Longenette's claim that his trial counsel was ineffective by failing to bring a due process challenge to his prosecution in the Northern District of West Virginia is without merit. " 'In the absence of proof that the choice of forum was improperly motivated or based on an impermissible classification as a matter of constitutional law,' prosecution in a federal rather than a state court does not violate due process...." United States v. Williams, 963 F.2d 1337, 1342 (10th Cir.1992) (citations omitted). Longenette has alleged no impermissible motive for his prosecution in the Northern District of West Virginia rather than in Ohio state courts (or anywhere else), and the consideration of the higher federal penalties is not, by itself, improper. See, e.g., United States v. Andersen, 940 F.2d 593, 596 (10th Cir.1991).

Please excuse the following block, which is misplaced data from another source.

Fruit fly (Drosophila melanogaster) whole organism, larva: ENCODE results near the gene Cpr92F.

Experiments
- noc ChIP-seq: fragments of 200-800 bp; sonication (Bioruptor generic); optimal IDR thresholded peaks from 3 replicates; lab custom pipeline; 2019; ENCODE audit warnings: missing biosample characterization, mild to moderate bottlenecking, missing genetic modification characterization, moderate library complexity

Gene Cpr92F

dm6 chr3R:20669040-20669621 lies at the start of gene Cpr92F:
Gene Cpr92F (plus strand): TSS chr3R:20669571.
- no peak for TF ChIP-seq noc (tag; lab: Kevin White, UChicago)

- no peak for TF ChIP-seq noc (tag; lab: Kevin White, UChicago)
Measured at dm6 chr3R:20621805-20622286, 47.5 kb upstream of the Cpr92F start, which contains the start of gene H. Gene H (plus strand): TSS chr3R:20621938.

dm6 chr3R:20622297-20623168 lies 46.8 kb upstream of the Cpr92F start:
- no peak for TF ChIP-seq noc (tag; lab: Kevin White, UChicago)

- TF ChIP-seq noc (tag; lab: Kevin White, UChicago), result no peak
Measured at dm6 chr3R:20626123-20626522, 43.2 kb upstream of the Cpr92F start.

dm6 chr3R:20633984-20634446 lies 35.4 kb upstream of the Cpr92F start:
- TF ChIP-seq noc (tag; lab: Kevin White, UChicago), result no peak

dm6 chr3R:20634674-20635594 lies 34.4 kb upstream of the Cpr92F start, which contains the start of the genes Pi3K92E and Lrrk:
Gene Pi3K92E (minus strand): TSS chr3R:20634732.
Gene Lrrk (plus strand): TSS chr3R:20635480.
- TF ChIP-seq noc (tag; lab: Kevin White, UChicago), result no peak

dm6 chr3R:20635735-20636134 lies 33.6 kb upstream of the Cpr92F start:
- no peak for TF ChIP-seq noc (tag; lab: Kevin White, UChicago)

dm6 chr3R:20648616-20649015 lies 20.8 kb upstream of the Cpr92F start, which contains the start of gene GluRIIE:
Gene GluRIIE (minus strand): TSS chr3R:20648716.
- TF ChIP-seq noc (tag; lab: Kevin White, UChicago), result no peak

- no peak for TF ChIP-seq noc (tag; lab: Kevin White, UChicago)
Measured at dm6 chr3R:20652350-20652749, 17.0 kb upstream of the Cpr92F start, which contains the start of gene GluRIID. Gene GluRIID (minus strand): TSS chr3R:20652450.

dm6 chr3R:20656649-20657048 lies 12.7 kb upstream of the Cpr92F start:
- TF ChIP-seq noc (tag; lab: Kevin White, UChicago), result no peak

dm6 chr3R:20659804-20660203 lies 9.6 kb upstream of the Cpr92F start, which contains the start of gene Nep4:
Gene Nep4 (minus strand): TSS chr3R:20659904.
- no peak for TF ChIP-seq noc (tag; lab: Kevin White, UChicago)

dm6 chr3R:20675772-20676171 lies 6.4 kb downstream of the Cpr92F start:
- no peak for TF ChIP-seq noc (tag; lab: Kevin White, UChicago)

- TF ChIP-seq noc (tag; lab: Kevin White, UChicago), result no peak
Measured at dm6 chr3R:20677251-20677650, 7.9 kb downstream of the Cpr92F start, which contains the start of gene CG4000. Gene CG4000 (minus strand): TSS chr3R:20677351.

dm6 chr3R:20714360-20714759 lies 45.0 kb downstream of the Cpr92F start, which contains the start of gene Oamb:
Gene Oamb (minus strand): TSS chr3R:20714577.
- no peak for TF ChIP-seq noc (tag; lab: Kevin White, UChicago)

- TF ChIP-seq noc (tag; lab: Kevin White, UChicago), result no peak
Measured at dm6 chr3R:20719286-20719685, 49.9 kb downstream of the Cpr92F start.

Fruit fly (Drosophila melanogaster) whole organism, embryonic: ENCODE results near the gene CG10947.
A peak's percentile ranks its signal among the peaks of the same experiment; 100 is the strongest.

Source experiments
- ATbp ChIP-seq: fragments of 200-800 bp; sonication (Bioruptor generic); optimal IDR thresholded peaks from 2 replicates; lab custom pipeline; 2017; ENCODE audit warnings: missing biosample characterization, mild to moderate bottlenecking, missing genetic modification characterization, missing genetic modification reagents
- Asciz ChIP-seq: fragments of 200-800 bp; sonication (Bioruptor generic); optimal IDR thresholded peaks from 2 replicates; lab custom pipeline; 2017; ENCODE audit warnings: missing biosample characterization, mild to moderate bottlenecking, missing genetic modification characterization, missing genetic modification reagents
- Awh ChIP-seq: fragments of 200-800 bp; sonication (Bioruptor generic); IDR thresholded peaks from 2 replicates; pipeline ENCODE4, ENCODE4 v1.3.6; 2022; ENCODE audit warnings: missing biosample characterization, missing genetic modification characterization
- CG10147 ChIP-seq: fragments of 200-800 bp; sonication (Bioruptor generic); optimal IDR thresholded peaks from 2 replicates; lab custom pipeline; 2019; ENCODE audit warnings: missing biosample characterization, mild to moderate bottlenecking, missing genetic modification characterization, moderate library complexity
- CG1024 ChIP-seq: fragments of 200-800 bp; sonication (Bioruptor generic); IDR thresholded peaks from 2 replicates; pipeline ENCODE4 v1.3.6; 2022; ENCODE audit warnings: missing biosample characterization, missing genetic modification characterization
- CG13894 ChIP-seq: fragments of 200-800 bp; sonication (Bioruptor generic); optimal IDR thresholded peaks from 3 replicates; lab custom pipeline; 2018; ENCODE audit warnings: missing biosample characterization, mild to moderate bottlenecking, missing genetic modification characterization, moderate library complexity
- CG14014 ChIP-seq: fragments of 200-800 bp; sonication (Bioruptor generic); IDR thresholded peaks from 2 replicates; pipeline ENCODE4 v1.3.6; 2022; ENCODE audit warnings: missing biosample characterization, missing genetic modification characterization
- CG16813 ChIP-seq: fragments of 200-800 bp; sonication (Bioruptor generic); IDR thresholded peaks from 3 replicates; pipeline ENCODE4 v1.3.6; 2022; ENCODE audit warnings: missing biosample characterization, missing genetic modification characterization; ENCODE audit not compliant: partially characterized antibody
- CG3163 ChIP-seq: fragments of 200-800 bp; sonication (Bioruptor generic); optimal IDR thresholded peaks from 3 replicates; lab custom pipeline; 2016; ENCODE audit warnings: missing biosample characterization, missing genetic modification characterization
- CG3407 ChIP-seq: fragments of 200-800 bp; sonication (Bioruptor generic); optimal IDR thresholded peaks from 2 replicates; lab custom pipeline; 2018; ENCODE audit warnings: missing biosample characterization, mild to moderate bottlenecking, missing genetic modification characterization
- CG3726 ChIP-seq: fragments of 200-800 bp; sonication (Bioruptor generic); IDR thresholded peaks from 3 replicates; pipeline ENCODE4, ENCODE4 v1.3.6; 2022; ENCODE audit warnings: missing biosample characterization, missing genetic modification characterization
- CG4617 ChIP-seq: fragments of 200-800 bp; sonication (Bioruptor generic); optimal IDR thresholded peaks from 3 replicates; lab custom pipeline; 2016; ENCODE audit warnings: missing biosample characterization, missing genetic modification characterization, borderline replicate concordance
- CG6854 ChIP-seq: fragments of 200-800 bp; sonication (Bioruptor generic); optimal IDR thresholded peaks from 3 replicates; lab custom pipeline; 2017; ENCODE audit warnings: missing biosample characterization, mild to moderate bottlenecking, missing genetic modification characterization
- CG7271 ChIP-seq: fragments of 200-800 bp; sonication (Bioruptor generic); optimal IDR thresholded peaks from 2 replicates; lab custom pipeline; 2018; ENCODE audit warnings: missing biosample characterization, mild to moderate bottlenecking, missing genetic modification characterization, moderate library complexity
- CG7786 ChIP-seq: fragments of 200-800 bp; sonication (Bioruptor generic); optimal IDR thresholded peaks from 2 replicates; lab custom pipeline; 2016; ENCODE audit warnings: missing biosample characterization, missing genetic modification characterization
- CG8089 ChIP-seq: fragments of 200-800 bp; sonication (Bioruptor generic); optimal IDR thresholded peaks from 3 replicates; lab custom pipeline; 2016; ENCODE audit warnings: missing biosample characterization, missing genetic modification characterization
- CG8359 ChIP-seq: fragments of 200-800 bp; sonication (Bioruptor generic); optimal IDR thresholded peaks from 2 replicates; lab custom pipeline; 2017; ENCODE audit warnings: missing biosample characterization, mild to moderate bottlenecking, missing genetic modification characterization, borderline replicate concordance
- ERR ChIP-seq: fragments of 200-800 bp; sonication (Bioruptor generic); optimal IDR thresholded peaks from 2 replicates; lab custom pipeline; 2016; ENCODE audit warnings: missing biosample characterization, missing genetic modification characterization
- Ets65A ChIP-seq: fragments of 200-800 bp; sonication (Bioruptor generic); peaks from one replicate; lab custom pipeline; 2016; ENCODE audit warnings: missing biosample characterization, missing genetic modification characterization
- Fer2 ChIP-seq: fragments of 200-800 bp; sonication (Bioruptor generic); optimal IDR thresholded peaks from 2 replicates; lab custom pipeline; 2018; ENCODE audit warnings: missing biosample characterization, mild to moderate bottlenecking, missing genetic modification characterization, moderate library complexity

In support of his argument that his counsel should have raised a due process challenge to his prosecution in federal court, and that such a challenge would have been successful, Longenette cites the decisions of two district courts, United States v. Williams, 746 F.Supp. 1076 (D. Utah 1990); United States v. Holland, 729 F.Supp. 125 (D.D.C.1989); and United States v. Roberts, 726 F.Supp. 1359 (D.D.C.1989). Contra United States v. Smith, 727 F.Supp. 1023, 1024-25 (W.D.Va.1990) (declining to follow Roberts ). However, as Longenette concedes, the portions of these decisions on which he relies were reversed by the respective Courts of Appeals shortly after he pleaded guilty. See Williams, 963 F.2d at 1342; United States v. Mills, 925 F.2d 455, 461-62 (D.C.Cir.1991), vacated, 933 F.2d 1042 (D.C.Cir.1991), aff'd, 964 F.2d 1186, 1189 n. 3 (D.C.Cir.) (en banc ), cert. denied, 113 S.Ct. 471 (1992). See also United States v. Dockery, 965 F.2d 1112, 1115-16 (D.C.Cir.1992). And every other Court of Appeals to have considered whether referral for federal rather than state prosecution violates a defendant's due process rights has likewise rejected the reasoning of those district court cases. See, e.g., United States v. Beede, 974 F.2d 948, 952-53 (8th Cir.1992), cert. denied, 113 S.Ct. 1016 (1993); United States v. Nance, 962 F.2d 860, 864-65 (9th Cir.1992) (per curiam ); United States v. Goodapple, 958 F.2d 1402, 1410-11 (7th Cir.1992); United States v. Parson, 955 F.2d 858, 873-74 n. 22 (3d Cir.1992); United States v. Allen, 954 F.2d 1160, 1165-66 (6th Cir.1992); United States v. Carter, 953 F.2d 1449, 1461-62 (5th Cir.), cert. denied, 112 S.Ct. 2980 (1992). Because the challenge which Longenette contends his trial counsel should have mounted, although supported at the time by some district court decisions which had not then been reversed, is meritless, counsel's failure to have argued it below was neither objectively unreasonable nor prejudicial. "It is not ineffective assistance for counsel to not file a meritless motion." United States v. Nolan, 910 F.2d 1553, 1564 (7th Cir.1990), cert. denied, 499 U.S. 492 (1992).